Assessing Accounting Return Approaches

How well do accounting returns measure up to the three criteria that we listed for a good investment decision rule? In terms of maintaining balance between allowing managers to bring into the analysis their judgments about the project and ensuring consistency between analysis, the accounting returns approach falls short. It fails because it is significantly affected by accounting choices. For instance, changing from straight line to accelerated depreciation affects both the earnings and the book value over time, thus altering returns. Unless these decisions are taken out of the hands of individual managers assessing projects, there will be no consistency in the way returns are measured on different projects.

Does investing in projects that earn accounting returns exceeding their hurdle rates lead to an increase in firm value? The value of a firm is the present value of expected cash flows on the firm over its lifetime. Since accounting returns are based upon earnings, rather than cash flows, and ignore the time value of money, investing in projects that earn a return greater than the hurdle rates will not necessarily increase firm value. Conversely, some projects that are rejected because their accounting returns fall short of the hurdle rate may have increased firm value. This problem is compounded by the fact that the returns are based upon the book value of investments, rather than the cash invested in the assets.

Finally, the accounting return works better for projects that have a large up-front investment and generate income over time. For projects that do not require a significant initial investment, the return on capital and equity has less meaning. For instance, a retail firm that leases store space for a new store will not have a significant initial investment, and may have a very high return on capital as a consequence.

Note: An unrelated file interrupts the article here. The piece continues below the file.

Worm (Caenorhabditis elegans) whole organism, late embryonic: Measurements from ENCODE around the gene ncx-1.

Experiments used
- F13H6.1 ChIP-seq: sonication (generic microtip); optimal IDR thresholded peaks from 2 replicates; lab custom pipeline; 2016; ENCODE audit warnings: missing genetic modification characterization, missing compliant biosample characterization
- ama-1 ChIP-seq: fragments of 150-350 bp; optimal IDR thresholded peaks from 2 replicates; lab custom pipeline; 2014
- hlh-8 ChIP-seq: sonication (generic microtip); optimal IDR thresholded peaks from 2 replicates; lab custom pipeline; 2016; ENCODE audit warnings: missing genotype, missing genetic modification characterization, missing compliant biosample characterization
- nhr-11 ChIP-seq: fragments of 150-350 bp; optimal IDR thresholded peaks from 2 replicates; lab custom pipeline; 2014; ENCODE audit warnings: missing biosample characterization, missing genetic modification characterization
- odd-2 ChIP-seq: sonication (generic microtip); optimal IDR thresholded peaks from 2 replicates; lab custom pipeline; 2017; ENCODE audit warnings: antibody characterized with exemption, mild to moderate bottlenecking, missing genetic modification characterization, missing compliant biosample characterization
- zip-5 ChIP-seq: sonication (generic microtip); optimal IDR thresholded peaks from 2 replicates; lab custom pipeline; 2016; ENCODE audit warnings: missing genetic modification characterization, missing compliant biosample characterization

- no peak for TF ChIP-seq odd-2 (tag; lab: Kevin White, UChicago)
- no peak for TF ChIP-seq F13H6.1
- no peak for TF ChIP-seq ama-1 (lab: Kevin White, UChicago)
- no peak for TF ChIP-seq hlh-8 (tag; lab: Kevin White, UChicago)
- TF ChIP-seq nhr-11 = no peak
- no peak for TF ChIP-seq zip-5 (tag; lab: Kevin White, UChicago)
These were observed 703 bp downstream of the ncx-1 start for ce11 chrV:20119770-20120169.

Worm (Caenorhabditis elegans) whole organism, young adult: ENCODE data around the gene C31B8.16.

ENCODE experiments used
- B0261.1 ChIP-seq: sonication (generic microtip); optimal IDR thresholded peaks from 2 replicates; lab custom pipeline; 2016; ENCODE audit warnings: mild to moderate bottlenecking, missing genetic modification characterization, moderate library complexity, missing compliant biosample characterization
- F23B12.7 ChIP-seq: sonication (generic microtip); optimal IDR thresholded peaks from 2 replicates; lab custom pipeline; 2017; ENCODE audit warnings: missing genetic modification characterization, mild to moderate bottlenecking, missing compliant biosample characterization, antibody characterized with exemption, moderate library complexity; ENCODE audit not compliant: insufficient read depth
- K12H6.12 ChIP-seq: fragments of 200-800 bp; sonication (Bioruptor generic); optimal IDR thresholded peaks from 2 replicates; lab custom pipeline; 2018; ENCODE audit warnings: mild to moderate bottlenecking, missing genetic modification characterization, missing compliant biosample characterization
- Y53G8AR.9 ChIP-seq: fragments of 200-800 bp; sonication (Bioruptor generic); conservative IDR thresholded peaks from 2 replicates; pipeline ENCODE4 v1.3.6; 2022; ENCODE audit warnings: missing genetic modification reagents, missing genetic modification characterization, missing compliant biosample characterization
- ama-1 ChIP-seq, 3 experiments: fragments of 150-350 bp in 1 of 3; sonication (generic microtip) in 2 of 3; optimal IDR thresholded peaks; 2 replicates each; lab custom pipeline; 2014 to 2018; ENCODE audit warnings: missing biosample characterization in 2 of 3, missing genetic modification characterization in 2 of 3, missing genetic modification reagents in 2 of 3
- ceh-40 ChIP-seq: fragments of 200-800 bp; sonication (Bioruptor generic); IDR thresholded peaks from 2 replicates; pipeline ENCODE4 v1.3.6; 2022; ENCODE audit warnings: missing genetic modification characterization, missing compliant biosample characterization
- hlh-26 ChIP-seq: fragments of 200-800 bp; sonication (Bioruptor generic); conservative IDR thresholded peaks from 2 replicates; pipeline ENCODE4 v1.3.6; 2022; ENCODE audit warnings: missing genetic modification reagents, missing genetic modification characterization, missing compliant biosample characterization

Note that all of the limitations of the accounting return measures are visible in the last two illustrations. First, the Disney example does not differentiate between money already spent and money still to be spent; rather, the sunk cost of $ 0.5 billion is shown in the initial investment of $3.5 billion. Second, in both the Bookscape and Aracruz analyses, as the book value of the assets decreases over time, largely as a consequence of depreciation, the operating income rises, leading to an increase in the return on capital. With the Disney analysis, there is one final and very important concern. The return on capital was estimated over 10 years but the project life is likely to be much longer. After all, Disney's existing theme parks in the United States are more than three decades old and generate substantial cashflows for the firm still. Extending the project life will push up the return on capital and may make this project viable.

Notwithstanding these concerns, accounting measures of return endure in investment analysis. While this fact can be partly attributed to the unwillingness of financial managers to abandon familiar measures, it also reflects the simplicity and intuitive appeal of these measures. More importantly, as long as accounting measures of return are used by investors and equity research analysts to assess to overall performance of firms, these same measures of return will be used in project analysis.

capbudg.xls: This spreadsheet allows you to estimate the average return on capital on a project

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